Conducting behavioural research online has vastly increased in the past few years. For instance, the number of papers tracked by Web of Science with the keywords ‘MTurk’ or ‘Mechanical Turk’ (Amazon’s popular platform for accessing online participants or workers, available since 2005) was 642 in 2018, over a five-fold increase over five years from 121 publications in 2013 (Fig. 1). While scientists do not exclusively use MTurk for psychological experiments, it is indicative of a trend. For example, Bohannon (2016) reported that published MTurk studies in social science increased from 61 in 2011 to 1200 in 2015—an almost 20-fold increase.
A unique problem with internet-based testing is its reliance on participants’ hardware and software. Researchers who are used to lab-based testing will be intimately familiar with their computer, stimulus software, and hardware for response collection. At the very least, they can be sure that all participants are tested using the very same system. For online testing, the exact opposite is true: participants use their own computer (desktop, laptop, tablet, or even phone), with their own operating system, and access experiments through a variety of web browsers.
In addition to participant degrees of freedom, researchers can choose between various options to generate experiments. These vary from programming libraries (e.g. jsPsych) to graphical experiment builders (e.g. Gorilla Experiment Builder), and come with their own idiosyncrasies with respect to timing, presentation of visual and auditory stimuli, and response collection.
This presents a potential problem for researchers: Are all of the unique combinations of hardware and software equal? Here, we first investigate the types of software that potential participants use, and how common each option is. We then provide a thorough comparison of the timing precision and accuracy of the most popular platforms, operating systems, internet browsers, and common hardware. We specifically compare four frequently used platforms that facilitate internet-based behavioural research:
We included these packages because they are among the most frequently used platforms, in our experience, but little quantitative data is available to support this. Regrettably, other notable platforms such as LabVanced (www.labvanced.com) and the OSWeb extension to OpenSesame (Mathôt, Schreij, & Theeuwes, 2012) have remained untested here due to practical restrictions on our time and resources.
A brief history of online experiments
The almost exponential increase in papers citing MTurk is surprisingly recent. While the internet has been available since the 1990s, and tools like MTurk have existed since the mid-2000s, the adoption of online research has begun to accelerate only in the past 5–10 years. There are, however, some early examples of online experimentation, for example, investigating spatial cognition (Givaty et al., 1998), visual motion extrapolation (Hecht et al., 1999), probability learning (Birnbaum & Wakcher, 2002), and establishment of labs dedicated to web experiments (Reips, 2001). In the late 1990s and early 2000s, several guidance books and articles on the subject were published (Birnbaum, 2000; McGraw et al., 2000), with one 1995 review even coining the term ‘Cyberpsych’ to describe internet-based psychological science (Kelley-Milburn & Milburn, 1995). Sadly, it appears that the term did not catch on. Articles providing technical guidance published for running experiments, such as maintaining a web server (Schmidt et al., 1997) and analysing server logs (Reips & Stieger, 2004), also emerged around this time. However, despite the availability of these tools and the promise of larger sample sizes, it took years to reach the current high levels of demand. There are several potential explanations for this apparent research adoption lag: the required level of technical ability, availability of personal devices, and concerns over data quality.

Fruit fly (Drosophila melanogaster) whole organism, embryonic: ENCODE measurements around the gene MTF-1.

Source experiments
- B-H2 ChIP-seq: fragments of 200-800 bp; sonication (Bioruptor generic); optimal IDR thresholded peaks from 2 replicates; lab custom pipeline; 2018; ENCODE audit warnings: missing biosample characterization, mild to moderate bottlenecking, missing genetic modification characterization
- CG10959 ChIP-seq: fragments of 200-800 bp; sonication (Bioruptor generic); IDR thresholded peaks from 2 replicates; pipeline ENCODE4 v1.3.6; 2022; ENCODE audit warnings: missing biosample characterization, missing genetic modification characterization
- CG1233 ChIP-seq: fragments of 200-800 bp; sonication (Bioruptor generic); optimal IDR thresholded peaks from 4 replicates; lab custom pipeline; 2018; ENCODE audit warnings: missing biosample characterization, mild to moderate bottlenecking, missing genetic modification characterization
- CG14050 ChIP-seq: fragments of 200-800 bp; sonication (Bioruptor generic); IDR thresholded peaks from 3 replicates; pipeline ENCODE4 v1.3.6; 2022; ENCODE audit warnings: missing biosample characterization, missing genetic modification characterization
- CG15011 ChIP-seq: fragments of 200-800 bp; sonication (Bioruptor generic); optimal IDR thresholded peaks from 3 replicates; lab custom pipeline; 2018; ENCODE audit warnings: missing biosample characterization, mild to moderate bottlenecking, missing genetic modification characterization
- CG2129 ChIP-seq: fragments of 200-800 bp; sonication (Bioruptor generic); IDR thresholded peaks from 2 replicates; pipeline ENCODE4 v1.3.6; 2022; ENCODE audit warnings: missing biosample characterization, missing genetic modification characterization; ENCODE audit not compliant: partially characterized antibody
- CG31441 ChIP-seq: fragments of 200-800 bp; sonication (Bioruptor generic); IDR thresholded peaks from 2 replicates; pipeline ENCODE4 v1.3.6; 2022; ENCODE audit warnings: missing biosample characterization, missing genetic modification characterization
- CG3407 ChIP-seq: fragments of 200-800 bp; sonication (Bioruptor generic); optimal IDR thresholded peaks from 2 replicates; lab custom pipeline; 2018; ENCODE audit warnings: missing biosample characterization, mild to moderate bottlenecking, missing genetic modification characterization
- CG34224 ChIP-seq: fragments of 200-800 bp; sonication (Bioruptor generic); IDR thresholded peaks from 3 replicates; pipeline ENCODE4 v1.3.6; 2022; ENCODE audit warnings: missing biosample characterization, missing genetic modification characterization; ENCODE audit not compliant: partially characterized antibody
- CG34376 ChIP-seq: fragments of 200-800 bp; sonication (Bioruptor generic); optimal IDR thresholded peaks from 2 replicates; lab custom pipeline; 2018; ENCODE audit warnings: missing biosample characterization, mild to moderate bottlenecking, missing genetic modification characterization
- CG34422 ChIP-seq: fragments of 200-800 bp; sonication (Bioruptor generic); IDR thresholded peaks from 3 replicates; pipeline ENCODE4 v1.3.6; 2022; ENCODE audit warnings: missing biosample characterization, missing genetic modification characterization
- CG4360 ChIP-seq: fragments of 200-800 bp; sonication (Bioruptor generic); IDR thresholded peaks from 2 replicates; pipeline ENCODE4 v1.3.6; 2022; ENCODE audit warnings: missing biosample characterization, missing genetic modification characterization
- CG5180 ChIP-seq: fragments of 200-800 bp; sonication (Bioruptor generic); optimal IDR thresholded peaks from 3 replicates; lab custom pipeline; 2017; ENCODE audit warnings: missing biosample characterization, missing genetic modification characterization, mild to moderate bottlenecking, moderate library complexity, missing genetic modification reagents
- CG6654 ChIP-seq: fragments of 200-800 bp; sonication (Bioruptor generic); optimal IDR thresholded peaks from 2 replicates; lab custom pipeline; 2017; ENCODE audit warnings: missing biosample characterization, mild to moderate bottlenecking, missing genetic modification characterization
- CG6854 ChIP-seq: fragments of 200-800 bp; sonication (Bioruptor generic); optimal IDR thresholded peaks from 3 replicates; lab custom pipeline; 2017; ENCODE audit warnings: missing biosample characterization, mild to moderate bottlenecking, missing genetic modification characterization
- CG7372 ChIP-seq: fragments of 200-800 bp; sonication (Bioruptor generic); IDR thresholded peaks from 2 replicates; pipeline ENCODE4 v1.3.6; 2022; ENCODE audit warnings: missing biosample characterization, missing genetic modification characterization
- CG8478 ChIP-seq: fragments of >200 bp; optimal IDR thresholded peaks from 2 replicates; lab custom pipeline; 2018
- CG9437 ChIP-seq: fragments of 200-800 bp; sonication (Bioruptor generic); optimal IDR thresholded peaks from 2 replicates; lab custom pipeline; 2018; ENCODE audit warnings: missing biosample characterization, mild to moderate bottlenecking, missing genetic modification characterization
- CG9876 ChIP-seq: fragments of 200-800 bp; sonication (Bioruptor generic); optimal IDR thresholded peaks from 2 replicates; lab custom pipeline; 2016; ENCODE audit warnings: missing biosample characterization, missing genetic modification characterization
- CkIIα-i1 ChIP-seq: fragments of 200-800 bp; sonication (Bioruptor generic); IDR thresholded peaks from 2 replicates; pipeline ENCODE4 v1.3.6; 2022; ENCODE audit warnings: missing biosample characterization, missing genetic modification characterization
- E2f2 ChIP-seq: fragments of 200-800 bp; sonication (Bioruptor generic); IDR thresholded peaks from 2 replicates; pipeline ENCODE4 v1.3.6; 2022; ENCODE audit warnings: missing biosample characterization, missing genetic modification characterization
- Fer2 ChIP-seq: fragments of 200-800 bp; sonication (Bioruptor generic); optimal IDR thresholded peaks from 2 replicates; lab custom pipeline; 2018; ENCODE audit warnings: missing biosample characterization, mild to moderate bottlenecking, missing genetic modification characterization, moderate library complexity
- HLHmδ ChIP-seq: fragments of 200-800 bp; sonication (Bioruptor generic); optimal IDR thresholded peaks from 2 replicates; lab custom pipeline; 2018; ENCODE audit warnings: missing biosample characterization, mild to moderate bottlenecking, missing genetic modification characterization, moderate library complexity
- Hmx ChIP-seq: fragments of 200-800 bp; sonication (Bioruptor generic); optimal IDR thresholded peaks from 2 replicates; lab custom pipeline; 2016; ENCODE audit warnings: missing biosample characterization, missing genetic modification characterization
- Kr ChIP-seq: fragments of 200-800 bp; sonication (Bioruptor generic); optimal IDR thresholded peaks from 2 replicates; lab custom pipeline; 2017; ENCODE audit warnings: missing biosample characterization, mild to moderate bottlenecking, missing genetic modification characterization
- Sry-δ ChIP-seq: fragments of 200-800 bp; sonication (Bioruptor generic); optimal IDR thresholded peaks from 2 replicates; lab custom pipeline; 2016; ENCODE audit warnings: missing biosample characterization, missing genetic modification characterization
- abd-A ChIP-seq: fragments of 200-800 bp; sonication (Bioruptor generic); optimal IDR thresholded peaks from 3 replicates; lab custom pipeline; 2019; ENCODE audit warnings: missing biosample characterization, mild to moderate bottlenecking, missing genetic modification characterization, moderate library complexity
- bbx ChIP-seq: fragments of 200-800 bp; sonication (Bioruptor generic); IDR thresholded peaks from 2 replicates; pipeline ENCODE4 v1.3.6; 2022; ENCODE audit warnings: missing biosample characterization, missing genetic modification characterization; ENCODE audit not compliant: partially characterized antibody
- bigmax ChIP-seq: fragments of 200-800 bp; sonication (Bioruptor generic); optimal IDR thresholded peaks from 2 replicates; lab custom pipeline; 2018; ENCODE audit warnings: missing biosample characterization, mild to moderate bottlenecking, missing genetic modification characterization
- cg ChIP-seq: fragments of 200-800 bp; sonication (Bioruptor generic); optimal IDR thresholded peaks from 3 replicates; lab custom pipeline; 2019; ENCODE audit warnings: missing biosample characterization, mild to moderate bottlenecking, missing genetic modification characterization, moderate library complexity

Building a research project online in the late 2000s required a much higher level of web-specific technical skills. Experimenters would have to have known how to construct web pages and load resources (e.g. images and videos), capture and transmit participant data, configure and maintain a server to host the web pages and receive the participant data, and store the participant data in a database. Additionally, the capabilities of web applications at this time did not allow for much more than slow image and text presentation. Interactive animations and dynamic elements were inconsistent, and often slow to load for most users. There were survey tools available such as Qualtrics, Survey Monkey, and Lime Survey (Baker, 2013), but these really only permitted relatively simple experiments.
The access individuals have to the internet via a personal or shared device has also increased over this time, and continues to increase relatively linearly. This is illustrated in Fig. 2, using data provided by the United Nations International Telecommunication Union. This pattern indicates a continuing increase in the potential reach of any web-based research to larger proportions of populations across the globe. This is particularly important considering a historical problem with under-powered research leading to unreliable results, where increased sample sizes provide one way to address this issue (Button et al., 2013).